Once again our Mute swans are feeling broody. Nest rebuilding has begun in earnest with the female (pen) avidly collecting nesting material from the adjacent bank. This rebuilding will be a continuous business from now until the cygnets have flown the nest. Our Swans have proved, in the past, to be very house proud, and very good parents! We will keep you posted.
Some sad news today, our last remaining Cygnets have unfortunately disappeared. Last year the Swans had a very successful year with 7 eggs transforming into 7 wonderful young healthy Swans. But this year has been a different story, 9 eggs hatched and all was going swimmingly until about 6 weeks ago when the Cygnets started to strangely disappear. We think that they were affected by a parasite which meant that they could not eat and were therefore very weak and prone to getting picked off by anything that fancied a snack.
On a happier note we a visit from a Grey wagtail this morning, despite its name it has a wonderful flash of yellow on its chest and underparts, but it was no substitute for the Cygnets.
Every summer the coots seem to be constantly breeding, or at least constantly sitting on their nests looking slightly perplexed. Well a new brood has just emerged and the parents were proudly showing them off this afternoon. Scurrying around the middle lake feeding the little things.
A quick update on the rest of new bird life. We still have 3 Cygnets, who seem to be fit and well. The Mallards both new and old are numerous around all the lakes. We have young Buzzards constantly calling from the trees and while flying around. The cool Cormorant was again feeding on the lake this morning, as were a couple of Herons, but sadly they did not nest here this year.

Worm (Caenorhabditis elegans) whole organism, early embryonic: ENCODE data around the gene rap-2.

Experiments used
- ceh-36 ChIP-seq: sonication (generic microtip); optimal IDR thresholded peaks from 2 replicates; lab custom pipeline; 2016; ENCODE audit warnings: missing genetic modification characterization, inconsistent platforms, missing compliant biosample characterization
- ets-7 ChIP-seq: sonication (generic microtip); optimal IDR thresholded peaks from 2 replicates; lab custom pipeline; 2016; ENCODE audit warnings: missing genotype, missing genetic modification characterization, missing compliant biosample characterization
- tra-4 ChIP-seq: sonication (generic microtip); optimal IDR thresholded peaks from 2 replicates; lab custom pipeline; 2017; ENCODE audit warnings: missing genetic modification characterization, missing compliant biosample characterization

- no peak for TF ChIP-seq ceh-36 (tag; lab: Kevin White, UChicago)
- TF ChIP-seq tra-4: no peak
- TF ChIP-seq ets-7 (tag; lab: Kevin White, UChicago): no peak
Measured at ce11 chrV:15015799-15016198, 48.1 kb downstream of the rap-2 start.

The rest of the Park is looking especially verdant at the moment, with all this rain. In fact it is a bit of a battle slightly holding back the forces of nature,while maintaining a natural look. I think we succeed, come and have a look.
Once again the weather is playing havoc with our work schedule, but at least we were able to get out and cut the grass. We were rather hampered by our wildfowl blocking the way of the mowers. They had all decided to lie around rather casually on the grass we had to cut, and were very reluctant to move, even for our tractor mower. This meant that I had to initially move to a different area. Even the cygnets were getting in the way, sitting down while grazing on the grass, not sure why we were cutting, as they were eating it for us!
The weather did turn very dark and gloomy this afternoon. Some times this is the best time to see Prior Park with really dark clouds as a backdrop to the Palladian Bridge and perhaps the electric blue of a kingfisher as it flies past, on what always seems a very determined mission. They can and do lighten any dark day.
Having just got back from my holidays, where we had cool rainy weather, I returned back to Prior Park in glorious sunshine. The Butterflies seem to be out in force in the pasture and nearby Skyline. In particular we have a lot of Meadow Browns and Ringlets flying around making the most of the sun. Our remaining Cygnets (4) seem to be getting on fine and hopefully they are not effected by the suspected parasite that got to the others.
Meanwhile the rest of the Park looks jolly splendid; the volunteers have been working hard in my absence. The 18th century Shrubbery we have at the bottom of the park is just coming into its own, with the Hydrangea looking especially delicate.
It all looks just right for our ‘Capture the day’ photo competition that we are holding this Saturday the 2nd of July. Come along and have a look for yourself.
As I sat here in this rather hot office waiting for the computer to boot up a Raven and Green woodpecker flew by, which some sort of compensation for being stuck in, I suppose. Meanwhile we are, I’m afraid down to 5 Cygnets, but the ones that are left are as bold as brass and coolly sat by the lake as Nathan tried to blow grass cuttings away. Maybe this is their problem, they are too trusting and friendly.